The National Ethics Advisory Committee (NEAC) is an independent advisor to the Minister of Health. NEAC’s statutory functions are to:

  • provide advice to the Minister of Health on ethical issues of national significance in respect of any health and disability matters (including research and health services)
  • determine nationally consistent ethical standards across the health and disability sector and provide scrutiny for national health research and health services.

A central focus of NEAC’s role is to set the national standards for the ethical conduct of research involving human participants that apply to all health and disability research in New Zealand. In 2015 NEAC committed to review the Ethical Guidelines for Intervention Studies and Ethical Guidelines for Observational Studies: Observational Research, Audits and Related Activities. Though these two documents were updated in 2012, the present iteration represents the first major reconsideration of the Standards since their inception.

The revised Standards merge the two sets of guidelines into one cohesive document, which also aims to cover gaps and new ethical issues that have become apparent since the 2012 Guidelines.

Human participant research is the recognised basis for improved understanding of health and disability outcomes. Hence, there is a strong ethical imperative to research, and a necessity to involve human participants in research.

The Standards form part of the strengthened regulatory framework to continue to support a productive and safe clinical trials research environment in New Zealand. They aim to provide protections for those who are asked to participate in research, and those who do participate, ensuring that their rights and well-being are central.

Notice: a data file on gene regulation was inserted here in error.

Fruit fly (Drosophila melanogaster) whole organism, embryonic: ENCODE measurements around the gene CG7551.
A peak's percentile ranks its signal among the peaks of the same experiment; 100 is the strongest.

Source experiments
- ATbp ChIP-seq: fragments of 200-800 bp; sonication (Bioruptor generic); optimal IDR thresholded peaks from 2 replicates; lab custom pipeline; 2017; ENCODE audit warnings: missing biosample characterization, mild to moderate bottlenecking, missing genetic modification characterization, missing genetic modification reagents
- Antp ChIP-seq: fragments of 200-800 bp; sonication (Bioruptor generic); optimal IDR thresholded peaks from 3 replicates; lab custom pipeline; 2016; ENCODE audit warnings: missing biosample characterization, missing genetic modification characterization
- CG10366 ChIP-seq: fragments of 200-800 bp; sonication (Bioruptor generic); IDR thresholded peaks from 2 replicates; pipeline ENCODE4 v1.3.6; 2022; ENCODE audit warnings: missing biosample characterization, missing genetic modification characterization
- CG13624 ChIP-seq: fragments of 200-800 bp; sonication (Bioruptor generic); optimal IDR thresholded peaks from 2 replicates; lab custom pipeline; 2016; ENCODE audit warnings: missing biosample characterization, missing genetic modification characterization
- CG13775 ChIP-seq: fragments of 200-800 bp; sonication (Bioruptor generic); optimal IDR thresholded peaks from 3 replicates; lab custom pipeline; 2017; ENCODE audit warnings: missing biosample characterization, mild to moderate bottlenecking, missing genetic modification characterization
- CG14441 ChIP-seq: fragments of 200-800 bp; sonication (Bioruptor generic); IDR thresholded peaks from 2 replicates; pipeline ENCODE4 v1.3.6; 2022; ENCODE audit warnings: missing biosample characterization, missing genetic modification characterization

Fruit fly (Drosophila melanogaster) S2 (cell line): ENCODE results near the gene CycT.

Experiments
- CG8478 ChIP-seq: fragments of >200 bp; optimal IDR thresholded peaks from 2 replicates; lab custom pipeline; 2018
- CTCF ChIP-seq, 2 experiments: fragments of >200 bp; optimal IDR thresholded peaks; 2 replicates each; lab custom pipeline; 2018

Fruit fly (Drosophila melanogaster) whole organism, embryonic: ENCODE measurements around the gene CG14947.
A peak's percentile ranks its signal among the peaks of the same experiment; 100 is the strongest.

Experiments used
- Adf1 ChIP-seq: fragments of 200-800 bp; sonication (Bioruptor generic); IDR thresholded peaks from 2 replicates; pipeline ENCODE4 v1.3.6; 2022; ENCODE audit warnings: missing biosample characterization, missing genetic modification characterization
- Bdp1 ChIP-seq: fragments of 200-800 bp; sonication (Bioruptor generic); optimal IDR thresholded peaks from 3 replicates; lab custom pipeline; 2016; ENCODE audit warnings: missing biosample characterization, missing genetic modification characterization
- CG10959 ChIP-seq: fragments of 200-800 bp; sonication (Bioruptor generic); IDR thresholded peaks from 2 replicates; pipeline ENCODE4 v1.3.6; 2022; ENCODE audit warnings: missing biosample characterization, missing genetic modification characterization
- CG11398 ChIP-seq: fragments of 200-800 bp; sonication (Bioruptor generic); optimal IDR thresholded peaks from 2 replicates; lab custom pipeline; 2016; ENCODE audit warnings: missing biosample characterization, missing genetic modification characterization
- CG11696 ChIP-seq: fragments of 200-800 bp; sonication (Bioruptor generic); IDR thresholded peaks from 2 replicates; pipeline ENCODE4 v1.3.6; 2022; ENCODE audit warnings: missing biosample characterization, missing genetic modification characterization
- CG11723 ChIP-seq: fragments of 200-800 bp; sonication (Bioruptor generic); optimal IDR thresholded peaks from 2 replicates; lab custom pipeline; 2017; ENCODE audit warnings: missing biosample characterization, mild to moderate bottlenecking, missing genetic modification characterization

They also aim to reassure the New Zealand public, as potential participants in and potential beneficiaries or sponsors of research that the research enterprise is trustworthy, and that it is worth their participation, confidence, investment and support.

Public trust in the ethical integrity of the research enterprise is increasingly important. The continual development of new research methods requires oversight of their ethical implications, as is the case with research using large data sets. Ethical oversight and governance of research is an important contributor to this trust.

From the outset of this revision, it has been NEAC’s intention to integrate Māori values into the fabric of the guidelines. The values used for this purpose are those originally developed for Te Ara Tika - Guidelines for Māori Research Ethics. Internationally recognised values of bioethics, which are found in similar sets of health and disability research guidelines in many parts of the world, sit alongside the Māori values.

Significant efforts have also been made to reflect the aspirations and values of the disability community, recognising the important distinction between ill-health and disability, and trying to reflect consequent ethical distinctions.

For the first time, the Standards will be available principally on line. This will we trust, make their use easier and enable them to be a living document in response to innovations in research methods and models.

NEAC commends the work of the Guidelines Working Party which produced the bulk of the Standards, and we thank all those individuals and groups who have engaged in our consultation processes, which made a significant contribution to the guidelines as they now stand. We believe they will be of national and international significance.

Dr Neil Pickering
Chair, National Ethics Advisory Committee

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